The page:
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that is inadmissible on account of the coal.interest. The following quantities of material were used : 2,815 cubic yards of stone, 5, 109 cords of brush, and 705 piles. The total length of the new dike is 2,000 feet.
Henderson Island Dike, seven hundred and ninety-seven miles below Pittsburgh. At the close of 1873 this dike had been extended into the river 1,000 feet. Its effect was excellent from the first, a good channel haring been maintained throughout the low-water season, Unfortunately this good effect was not lasting. During low-water of June, 1874, the slight obstruction to the flow of the river occasioned by the dike was enough to cause the channel behind the island to cut out, and in extreme low-water steamboats had to take that route. This channel was very narrow and intricate, and was full of snags and water-soaked logs, making an exceedingly bad place for steamboats, and one quite impracticable by night. I made a careful personal examination, tinding 31 feet at the head of the chute, and less than 3 feet in the old channel, the river being a foot or two above dead low. No steamboat could get through the chute without hitting at least one log. I concluded that the proper remedy was to close the chute entirely by a pile and brush dam, thus forcing all the water through the channel marked out for it. This work was approved by you, and is now under way. At present the dike is finished for a distance from shore of 1,050 feet, and piles have been drived for an additional distance of 250 feet. It will be extended to a total length of 1,500 feet.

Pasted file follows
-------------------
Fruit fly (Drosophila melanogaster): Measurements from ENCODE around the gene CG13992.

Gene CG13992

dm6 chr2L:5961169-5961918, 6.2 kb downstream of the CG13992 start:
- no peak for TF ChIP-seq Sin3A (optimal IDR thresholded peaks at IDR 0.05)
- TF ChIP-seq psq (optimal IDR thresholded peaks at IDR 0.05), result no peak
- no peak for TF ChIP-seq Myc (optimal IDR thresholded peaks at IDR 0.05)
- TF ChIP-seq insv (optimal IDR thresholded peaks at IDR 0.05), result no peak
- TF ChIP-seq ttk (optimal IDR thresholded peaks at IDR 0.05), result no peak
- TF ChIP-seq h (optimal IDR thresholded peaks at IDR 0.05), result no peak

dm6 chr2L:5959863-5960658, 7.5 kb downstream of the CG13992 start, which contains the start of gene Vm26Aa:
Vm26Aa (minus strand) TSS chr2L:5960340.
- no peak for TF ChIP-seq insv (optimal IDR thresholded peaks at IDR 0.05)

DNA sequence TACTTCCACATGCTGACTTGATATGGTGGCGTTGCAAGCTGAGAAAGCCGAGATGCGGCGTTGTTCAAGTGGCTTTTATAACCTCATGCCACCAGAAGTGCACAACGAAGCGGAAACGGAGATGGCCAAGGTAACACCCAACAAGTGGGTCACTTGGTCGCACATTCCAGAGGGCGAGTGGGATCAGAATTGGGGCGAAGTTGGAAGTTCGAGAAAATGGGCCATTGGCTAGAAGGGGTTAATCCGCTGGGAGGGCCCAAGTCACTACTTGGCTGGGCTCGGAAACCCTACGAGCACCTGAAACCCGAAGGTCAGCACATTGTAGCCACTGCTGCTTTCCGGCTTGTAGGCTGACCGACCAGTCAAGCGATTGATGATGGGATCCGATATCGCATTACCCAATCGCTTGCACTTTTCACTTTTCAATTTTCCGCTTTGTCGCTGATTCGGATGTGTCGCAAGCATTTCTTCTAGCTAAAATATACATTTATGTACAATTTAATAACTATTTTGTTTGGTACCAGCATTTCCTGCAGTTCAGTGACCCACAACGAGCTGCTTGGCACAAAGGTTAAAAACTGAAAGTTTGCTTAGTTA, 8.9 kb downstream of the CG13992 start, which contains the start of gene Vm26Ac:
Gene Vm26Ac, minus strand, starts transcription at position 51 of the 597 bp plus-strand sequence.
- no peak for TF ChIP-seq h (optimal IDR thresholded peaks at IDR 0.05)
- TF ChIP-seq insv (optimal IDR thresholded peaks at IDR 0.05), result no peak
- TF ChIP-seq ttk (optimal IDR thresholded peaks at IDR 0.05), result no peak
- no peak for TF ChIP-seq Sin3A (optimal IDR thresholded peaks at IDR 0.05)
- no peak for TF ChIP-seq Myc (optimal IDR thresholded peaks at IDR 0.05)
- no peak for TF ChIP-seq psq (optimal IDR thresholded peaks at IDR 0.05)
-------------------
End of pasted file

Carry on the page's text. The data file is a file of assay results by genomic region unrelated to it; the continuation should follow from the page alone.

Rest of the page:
I have always been apprehensive of the possible need of a dam behind Herderson Island, but I was unwilling to spend the money needed to build it until its necessity was demonstrated, and the fact that in former years no such dam bad been built strengthened me in my conclusion that it might prove unnecessary now.
Nere drenge and dump-scous. The new dredge Oswego and two dump-scows bave been built by Mr. S. B. Alger, under his contract of July 11, 1873. The hull of the dredge is 75 feet long and 30 feet wide, with 5 feet 9 inches depth of hold. She draws 2 feet 8 inches of water when loaded with 600 bushels of coal. Her cylinders are 10 inches in diameter, with 14 inch stroke, and she is provided with one of King's marine-boilers, baving eighty 3-inch return-flues. A steam boisting-apparatus is provided for the forward spuds, and a steam-capstan for maneuvering. The clutch used is Alger's patent friction.clutch. It is somewhat liable to breakage, but when in order works rapidly and well. By making it of steel, and keeping a spare clutch on band, there need be no serious loss in case of accident. The scows are side-dumpers, with bi!is capable of holding 71 cubic yards. They are 65 feet in length and 20 feet in width, and have 4 feet depth of hold. They are built without crown or sheer, and draw when empty 15 inches. They can carry 50 cubic yards of gravel on 3 feet 6 inches of water. The contract-price of dredge and scows was $18,500. An additional sum of $2,000 was spent on outfit, making the total cost of dredge and two scows about $20,500.